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(Currency risk/counter party risk / country risk)



In international trade, transactions are happening with unknown parties in different countries.  In general companies are exposed to default risk of the counter party, country risk and currency exchange risks. 

Recently few cases are reported wherein Indian exporters were not able to recover their payments from the overseas buyers even though they received letter of credit as security.  Few cases are shared below: 

  • Indian exporter insisted a letter of credit from the overseas buyer to safeguard the default risk.  Buyer readily agreed and arranged for a letter of credit in favour of the Indian exporter.  Good were shipped and documents drawn under the letter of credit were presented through the exporter’s bank to the issuing bank.  Even after six months there was no response from the issuing bank.  
  • In another case Indian exporter received payment under the letter of credit but there was a deduction of 2.45% as confirmation charges which Indian exporter never expected.
  • Exporters are having good trade opportunities from under developed countries but always faced with default risks.

Last year it was reported in the market that more than 80,000 exporters were put under caution list for non-compliance of FEMA (Foreign Exchange Management Act) 1999.  When some of the cases were reviewed it was found that the exporter could realize more than 95% of the export proceeds but a small portion remained outstanding.  Though exporting company had written off financially it was not properly reported to Reserve Bank.  Reserve Bank through a system called EDPMS was able to capture the data of exporters who had not brought full payment to India within the prescribed IDPMS.   Though lots of powers are delegated to Authorised Dealers (AD) still there is a gap in implementing the delegated authority by AD.

Recently in 2018 USD moved from 63 to 75 levels.  Some of the exporters were waiting the USD to cross 75 levels to cover their exposures and some of the importers rushed to the market and covered their exposure at 74 levels.  But USD/INR came down to 67 levels.  Exporters missed the opportunity of capitalizing the up movements and importers rushed to the market at an inappropriate time.  When the currency market is moving on either side, companies should have a basic idea of understanding the currency market and should have currency risk management strategy.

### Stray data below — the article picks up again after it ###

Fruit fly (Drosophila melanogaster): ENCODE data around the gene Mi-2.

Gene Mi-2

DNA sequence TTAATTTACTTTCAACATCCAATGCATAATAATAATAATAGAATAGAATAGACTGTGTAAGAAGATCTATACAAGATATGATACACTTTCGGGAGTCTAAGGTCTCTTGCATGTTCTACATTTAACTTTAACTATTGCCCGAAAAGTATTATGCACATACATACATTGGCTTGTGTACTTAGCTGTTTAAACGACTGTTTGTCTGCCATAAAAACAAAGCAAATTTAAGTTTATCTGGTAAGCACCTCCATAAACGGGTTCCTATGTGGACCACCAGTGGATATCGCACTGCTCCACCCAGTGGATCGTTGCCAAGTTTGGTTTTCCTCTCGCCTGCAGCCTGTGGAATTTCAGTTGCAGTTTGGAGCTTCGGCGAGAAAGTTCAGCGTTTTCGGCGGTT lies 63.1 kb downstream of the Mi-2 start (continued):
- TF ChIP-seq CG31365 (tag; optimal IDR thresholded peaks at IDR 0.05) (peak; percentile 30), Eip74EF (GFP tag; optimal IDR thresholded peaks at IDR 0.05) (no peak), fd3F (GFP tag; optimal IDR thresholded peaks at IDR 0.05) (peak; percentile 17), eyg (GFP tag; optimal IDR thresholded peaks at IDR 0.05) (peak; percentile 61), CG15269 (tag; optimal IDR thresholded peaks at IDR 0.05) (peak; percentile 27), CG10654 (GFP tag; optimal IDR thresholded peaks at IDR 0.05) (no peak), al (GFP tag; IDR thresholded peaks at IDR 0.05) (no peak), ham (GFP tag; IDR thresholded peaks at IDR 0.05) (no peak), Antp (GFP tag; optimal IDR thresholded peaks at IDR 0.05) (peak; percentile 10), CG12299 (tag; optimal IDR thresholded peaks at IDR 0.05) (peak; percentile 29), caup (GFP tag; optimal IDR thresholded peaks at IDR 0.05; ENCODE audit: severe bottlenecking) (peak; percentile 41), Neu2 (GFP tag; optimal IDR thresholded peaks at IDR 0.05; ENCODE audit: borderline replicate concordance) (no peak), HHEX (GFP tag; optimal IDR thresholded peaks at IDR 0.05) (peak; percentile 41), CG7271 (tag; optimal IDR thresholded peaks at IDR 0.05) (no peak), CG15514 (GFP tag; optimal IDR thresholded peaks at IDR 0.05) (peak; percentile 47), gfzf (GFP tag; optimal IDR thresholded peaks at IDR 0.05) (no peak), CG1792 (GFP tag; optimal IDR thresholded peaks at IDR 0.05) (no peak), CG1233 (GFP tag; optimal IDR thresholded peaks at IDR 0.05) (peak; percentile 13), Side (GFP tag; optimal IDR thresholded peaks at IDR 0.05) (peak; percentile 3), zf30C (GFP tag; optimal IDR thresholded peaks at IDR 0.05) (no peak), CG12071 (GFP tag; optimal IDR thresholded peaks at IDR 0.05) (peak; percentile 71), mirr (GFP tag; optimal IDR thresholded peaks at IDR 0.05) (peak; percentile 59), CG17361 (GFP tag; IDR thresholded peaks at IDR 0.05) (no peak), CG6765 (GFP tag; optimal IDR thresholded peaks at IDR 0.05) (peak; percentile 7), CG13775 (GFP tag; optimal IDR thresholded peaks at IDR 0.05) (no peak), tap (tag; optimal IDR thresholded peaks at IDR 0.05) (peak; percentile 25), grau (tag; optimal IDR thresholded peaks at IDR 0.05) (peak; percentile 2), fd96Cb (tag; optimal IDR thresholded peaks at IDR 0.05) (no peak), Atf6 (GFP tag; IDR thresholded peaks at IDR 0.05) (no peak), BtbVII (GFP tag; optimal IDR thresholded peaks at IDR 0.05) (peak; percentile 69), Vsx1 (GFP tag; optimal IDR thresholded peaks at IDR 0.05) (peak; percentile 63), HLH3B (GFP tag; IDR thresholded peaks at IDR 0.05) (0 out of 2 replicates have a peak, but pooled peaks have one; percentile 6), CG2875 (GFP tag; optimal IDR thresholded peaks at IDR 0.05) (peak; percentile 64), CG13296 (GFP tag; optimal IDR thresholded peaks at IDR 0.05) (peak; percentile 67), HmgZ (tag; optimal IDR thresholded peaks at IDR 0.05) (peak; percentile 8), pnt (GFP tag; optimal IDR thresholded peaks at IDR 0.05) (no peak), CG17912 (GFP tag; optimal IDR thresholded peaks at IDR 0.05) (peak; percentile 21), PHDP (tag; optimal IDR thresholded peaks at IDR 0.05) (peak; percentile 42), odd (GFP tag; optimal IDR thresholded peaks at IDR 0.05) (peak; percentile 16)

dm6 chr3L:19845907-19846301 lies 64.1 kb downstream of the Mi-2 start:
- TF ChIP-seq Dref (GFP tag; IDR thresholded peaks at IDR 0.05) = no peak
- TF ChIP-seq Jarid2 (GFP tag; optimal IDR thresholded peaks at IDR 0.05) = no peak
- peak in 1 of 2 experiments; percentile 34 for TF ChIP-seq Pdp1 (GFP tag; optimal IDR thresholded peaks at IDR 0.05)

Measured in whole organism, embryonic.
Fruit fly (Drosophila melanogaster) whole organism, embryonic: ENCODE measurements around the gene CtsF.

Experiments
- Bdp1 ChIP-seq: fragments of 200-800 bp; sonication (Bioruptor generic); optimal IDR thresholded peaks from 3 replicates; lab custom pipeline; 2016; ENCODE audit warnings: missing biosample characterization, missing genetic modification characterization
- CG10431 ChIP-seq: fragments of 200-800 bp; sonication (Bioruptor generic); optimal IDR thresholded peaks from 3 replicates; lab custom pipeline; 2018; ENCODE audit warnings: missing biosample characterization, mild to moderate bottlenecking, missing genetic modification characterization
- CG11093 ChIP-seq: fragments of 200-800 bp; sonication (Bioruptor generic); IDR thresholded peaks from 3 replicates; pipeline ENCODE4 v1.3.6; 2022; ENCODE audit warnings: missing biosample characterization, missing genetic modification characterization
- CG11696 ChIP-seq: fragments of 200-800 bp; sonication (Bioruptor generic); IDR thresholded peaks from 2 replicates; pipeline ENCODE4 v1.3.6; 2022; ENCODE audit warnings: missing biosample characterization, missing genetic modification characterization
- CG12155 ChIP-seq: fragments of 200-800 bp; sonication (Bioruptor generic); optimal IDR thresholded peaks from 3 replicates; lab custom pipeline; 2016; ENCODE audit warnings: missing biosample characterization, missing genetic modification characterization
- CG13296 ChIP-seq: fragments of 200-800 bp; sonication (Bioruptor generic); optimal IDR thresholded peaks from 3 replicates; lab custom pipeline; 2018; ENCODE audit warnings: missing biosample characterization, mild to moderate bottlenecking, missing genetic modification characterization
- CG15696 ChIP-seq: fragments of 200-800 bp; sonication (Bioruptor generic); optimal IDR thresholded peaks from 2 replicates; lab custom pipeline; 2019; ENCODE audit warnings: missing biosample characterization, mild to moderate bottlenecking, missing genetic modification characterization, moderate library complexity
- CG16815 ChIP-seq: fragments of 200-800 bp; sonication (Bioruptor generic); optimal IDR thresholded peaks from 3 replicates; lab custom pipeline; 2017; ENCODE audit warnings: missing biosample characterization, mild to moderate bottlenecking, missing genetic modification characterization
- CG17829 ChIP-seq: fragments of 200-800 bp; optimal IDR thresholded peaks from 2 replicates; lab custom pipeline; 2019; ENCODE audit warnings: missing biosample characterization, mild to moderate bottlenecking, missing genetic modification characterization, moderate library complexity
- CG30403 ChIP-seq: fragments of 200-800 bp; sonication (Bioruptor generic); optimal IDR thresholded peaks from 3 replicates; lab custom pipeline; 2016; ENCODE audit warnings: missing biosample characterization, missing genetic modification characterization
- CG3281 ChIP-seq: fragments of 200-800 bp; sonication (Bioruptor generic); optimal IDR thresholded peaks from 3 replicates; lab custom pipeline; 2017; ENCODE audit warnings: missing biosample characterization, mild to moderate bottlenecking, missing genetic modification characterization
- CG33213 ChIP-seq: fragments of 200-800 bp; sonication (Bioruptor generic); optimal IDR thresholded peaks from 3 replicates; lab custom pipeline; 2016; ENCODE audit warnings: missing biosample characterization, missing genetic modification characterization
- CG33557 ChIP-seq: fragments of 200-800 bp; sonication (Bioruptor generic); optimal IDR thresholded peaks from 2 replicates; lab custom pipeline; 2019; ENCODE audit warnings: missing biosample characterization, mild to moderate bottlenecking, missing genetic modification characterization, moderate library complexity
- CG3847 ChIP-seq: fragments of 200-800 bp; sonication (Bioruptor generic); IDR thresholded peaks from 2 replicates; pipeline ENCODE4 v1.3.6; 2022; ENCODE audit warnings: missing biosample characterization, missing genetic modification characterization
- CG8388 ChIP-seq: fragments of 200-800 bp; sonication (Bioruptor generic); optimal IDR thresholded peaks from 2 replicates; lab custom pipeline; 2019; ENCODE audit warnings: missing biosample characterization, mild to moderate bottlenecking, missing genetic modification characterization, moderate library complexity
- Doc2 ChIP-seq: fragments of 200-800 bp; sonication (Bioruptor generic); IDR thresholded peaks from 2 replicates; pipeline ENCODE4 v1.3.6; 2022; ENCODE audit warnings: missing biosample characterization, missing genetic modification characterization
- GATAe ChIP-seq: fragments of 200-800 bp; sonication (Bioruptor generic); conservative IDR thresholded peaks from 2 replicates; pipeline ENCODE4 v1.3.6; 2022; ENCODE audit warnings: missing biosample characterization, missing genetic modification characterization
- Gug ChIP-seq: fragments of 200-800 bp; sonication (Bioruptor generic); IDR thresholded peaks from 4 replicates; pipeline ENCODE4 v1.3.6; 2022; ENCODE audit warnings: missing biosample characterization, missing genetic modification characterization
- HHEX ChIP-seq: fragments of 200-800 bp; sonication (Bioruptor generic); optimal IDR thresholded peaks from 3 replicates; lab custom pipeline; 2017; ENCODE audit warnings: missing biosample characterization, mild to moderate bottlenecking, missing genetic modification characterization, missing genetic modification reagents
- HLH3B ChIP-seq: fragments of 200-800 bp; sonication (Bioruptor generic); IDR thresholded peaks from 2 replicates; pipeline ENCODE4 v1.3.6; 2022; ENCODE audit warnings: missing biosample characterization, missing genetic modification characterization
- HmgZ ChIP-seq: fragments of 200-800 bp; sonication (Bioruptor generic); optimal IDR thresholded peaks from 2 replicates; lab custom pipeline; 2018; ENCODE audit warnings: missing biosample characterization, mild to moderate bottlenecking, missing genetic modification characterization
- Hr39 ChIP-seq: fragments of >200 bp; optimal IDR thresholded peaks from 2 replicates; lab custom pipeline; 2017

This work shop is designed to provide an update to the participants to manage:

  • The default risk and country exposure how to receive a workable letter of credit and how to present a set of documents without any discrepancy to get the maximum benefit of the letter of credit.  From the Importers view how to structure a letter of credit to ensure that overseas seller complies with his entire contractual obligation and receive the desired goods. Practical hands on experience will be provided to the participants with a live case study. 
    • In this case study we will be discussing the implication of each Field in the revised SWIFT LC format which came into effect from 19th Nov 2018 with specific reference to UCP 600 appropriate articles. (Rules for LC transactions – Uniform Customs and Practice for Documentary Credits ICC 600)
    • To avoid discrepancies in the export documents under letter of credit, case studies will be introduced with specific reference to International Standard Banking Practice on Examination of Documents under Documentary Credit (ISBP 745).  This set of guidelines have reduced the discrepancies but the market is not aware about this publication at all (except few corporate and bankers).
  • To have a thorough understanding of Foreign Exchange Management Act (FEMA) 1999 on export and import of goods and services and to avoid being caution listed in future the responsibilities and obligations of the exporting and importing companies with specific reference to FEMA guidelines will be discussed with case studies.